We were treated to lunch last week at The Test Kitchen, Luke Dale Roberts’ restaurant at the Biscuit Mill, by a good friend and we were seriously impressed. Although we work there every Saturday, we finish when the restaurant is closing, so hadn’t yet had a chance to go. We have heard almost nothing but great reports and the negatives were more about very small portions and price than criticisms about the food.
It is a small space that can seat 30, with rather an industrial look, no frills and an open kitchen where you watch many chefs working very hard creating your meal, almost as many as there are customers.
The plates look beautiful and make you want to clear them immediately. Portions are small but once you have had lunch, you feel fully satisfied. More importantly there are layers and layers of flavours in each dish as the ingredients and sauces and other accompaniments are very brilliantly combined to bring you perfect mouthfuls – which to us is what fine dining is all about and why Luke Dale Roberts is, once again, the best Chef of the Year.
You can have a “Gourmand” 8 course menu for R550 (R750 if paired with Luke’s good selection of wines), but we are saving that experience for a special dinner. The description “gourmand” is, perhaps, a bit of a misnomer, because the Oxford Dictionary defines a gourmand as a glutton and this is more of a gourmet experience. Luke changes the menu according to the ingredients he finds available and in season. He also now has Pot Luck, an evening tapas style restaurant, where you order several dishes and share them with your companions.
This leads off the Test Kitchen. You do have to book for both restaurants and do book well in advance as they are very popular.
We opted to eat a la Carte for lunch and ordered three starters: for John a Trout tartare, green apple, lime, crème fraiche, caramelized cured aubergine, flat parsley, creamy miso dressing;
for our host, another John: Wood fired organic sweet potatoes, parmesan crème Catalan, crispy and blanched Brussels sprouts
and for Lynne, Salmon sashimi, red cabbage three ways, apple dressing and horse radish where the subtlety of the dressing was perfect both with the slab of rich salmon and the cabbage.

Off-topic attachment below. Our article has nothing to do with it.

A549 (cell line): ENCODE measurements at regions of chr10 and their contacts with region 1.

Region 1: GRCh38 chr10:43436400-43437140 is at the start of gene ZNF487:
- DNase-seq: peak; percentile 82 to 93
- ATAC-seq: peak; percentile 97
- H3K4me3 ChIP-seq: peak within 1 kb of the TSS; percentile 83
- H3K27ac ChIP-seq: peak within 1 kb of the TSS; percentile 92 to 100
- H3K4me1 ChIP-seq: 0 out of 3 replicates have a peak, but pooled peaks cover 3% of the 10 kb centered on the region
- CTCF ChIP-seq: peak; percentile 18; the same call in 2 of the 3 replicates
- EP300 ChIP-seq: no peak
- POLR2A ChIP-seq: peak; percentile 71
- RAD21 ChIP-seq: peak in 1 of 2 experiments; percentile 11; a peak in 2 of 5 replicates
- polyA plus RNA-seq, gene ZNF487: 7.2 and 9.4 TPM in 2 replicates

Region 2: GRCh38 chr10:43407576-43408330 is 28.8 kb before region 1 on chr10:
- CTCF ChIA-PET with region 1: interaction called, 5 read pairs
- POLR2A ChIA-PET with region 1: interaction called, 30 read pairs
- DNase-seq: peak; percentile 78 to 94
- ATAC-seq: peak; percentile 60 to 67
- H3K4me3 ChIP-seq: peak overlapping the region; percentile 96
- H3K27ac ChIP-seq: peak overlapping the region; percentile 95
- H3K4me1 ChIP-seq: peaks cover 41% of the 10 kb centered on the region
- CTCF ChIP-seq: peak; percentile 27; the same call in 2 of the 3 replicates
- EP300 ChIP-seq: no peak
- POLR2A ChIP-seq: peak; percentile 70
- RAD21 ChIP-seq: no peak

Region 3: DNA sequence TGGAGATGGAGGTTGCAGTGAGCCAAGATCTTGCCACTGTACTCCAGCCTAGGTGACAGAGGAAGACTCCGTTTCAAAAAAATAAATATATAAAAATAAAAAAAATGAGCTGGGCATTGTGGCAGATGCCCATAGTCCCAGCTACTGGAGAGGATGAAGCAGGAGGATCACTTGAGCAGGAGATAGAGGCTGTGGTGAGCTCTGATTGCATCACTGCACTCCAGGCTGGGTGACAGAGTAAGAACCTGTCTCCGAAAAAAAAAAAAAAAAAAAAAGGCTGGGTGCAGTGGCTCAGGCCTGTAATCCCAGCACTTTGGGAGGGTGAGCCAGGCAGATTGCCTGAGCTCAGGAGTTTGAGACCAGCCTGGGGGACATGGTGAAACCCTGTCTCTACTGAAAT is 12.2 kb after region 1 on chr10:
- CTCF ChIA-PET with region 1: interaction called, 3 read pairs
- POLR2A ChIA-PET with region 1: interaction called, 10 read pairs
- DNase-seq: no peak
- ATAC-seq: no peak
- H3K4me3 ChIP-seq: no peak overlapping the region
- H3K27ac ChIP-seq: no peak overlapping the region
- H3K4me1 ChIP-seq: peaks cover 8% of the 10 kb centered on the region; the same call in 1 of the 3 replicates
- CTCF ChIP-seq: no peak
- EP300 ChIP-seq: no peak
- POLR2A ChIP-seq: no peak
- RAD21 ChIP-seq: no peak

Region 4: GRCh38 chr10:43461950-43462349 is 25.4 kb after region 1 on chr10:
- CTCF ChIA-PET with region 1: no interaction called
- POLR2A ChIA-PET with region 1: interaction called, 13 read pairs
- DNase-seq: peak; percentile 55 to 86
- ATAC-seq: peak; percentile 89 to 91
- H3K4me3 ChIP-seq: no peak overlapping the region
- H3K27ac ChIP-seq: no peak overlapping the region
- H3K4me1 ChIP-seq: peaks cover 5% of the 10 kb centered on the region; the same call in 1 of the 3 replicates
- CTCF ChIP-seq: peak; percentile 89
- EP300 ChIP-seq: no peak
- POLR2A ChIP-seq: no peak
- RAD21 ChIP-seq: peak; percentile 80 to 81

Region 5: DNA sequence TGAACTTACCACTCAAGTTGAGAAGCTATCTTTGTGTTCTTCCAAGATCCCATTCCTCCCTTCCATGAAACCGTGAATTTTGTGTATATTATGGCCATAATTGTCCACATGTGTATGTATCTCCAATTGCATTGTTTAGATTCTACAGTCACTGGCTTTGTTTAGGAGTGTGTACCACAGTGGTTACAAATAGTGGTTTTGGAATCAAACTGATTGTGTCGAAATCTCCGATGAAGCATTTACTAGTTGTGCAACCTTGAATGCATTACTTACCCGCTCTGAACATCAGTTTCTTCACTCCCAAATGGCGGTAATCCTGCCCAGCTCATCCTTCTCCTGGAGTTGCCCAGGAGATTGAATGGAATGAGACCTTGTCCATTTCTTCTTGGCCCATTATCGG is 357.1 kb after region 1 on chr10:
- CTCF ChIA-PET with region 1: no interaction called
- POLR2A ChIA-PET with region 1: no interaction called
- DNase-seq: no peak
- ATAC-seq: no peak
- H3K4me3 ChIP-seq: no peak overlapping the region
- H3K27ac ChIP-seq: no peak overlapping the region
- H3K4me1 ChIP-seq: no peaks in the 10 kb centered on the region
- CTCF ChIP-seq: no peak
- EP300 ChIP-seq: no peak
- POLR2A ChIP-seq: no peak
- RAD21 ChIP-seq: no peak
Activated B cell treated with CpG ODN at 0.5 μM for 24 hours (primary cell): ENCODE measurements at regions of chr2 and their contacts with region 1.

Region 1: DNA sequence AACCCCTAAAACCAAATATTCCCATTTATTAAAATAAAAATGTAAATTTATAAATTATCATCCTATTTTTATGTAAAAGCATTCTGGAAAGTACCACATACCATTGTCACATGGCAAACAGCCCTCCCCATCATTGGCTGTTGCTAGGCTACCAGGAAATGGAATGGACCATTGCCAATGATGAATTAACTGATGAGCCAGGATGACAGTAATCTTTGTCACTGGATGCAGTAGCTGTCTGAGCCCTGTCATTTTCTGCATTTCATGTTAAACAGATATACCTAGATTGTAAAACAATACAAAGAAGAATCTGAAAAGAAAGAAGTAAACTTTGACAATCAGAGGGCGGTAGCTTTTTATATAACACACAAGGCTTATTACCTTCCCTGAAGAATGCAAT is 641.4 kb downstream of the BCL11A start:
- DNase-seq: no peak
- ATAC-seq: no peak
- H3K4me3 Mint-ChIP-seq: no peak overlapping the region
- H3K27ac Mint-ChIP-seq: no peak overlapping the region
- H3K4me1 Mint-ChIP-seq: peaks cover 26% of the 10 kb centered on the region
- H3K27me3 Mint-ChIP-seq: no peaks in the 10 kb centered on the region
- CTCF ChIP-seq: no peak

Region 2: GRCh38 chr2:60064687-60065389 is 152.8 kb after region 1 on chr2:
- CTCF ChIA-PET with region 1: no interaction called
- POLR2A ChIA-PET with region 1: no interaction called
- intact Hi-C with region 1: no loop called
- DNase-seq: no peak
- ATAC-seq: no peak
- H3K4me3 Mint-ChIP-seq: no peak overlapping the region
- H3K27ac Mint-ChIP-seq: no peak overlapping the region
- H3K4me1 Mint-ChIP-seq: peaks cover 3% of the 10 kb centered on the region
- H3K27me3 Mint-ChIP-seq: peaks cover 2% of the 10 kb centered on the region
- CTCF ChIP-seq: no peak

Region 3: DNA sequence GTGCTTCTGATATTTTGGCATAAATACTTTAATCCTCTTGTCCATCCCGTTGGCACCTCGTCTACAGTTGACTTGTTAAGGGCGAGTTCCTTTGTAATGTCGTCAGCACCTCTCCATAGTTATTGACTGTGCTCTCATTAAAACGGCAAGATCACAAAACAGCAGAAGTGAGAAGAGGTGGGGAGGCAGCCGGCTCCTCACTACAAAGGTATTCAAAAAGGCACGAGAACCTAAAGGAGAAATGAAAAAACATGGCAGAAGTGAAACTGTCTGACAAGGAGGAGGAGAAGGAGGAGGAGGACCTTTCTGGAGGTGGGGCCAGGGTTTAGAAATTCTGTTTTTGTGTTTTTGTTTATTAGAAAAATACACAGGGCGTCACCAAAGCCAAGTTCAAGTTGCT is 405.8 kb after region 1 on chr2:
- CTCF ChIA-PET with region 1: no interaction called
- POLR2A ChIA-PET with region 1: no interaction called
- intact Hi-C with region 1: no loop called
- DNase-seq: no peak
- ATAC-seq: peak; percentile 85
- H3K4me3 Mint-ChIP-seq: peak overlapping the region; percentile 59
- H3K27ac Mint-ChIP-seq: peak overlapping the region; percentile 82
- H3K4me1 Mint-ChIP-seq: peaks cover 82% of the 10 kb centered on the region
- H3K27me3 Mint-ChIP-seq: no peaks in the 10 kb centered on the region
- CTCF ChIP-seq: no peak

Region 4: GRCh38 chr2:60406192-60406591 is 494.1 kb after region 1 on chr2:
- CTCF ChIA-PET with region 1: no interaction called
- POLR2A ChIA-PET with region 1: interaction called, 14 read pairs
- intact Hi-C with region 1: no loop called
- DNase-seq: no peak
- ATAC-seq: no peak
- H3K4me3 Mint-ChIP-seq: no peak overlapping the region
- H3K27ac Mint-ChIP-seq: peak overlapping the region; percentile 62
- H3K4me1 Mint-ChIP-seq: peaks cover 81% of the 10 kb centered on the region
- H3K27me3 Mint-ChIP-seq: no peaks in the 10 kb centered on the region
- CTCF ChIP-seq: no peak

You know you are in trouble when you covet all your fellow diners’ dishes, so we were delighted when the chef sent us an extra course with his compliments – a roll of soft sweet pancake liberally stuffed with shredded duck in a sweet hoisin sauce, topped with a sliver of foie gras and sliced radish, not on the menu but scrumptious.
For mains, the lads both had to have the Pan fried beef fillet with roast root vegetables, asparagus and mushrooms with cracked black pepper “café au lait”,
which ended up like this
while Lynne was more excited by Wood Fired Pork Belly, fondant potato, black-eyed pea and Swiss chard emulsion with cherry jus and almond cream, as she has been trying out different versions of this dish lately.
The beef was as tender as it could be and had a wonderful long aged flavour and the pepper cafe au lait sauce was a serious statement. The belly of pork was crisp and soft and so well matched with the cherry jus and almond cream – not sure if one would have black eyed peas with it again, they are a bit fibrous. We enjoyed a glass of Jacques Bruére bubbly with our starters, compliments of the chef, and bought a bottle of Oak Valley 2006 red blend, because our host, who is from the UK, usually drinks Claret and prefers blends. This was a great match for what we ate.
Lynne could go no further but the two Johns ordered dessert. Marinated strawberries, Stracciatella with basil and lemon granite for one
and a selection of sorbets for the other – flavours were raspberry with Earl Grey tea, wonderful litchi and technicolor mango.
Great double espressos ended a damn near perfect lunch.
Prices were about average for a top end restaurant. Our lunch cost approx R350 a head with alcohol and service.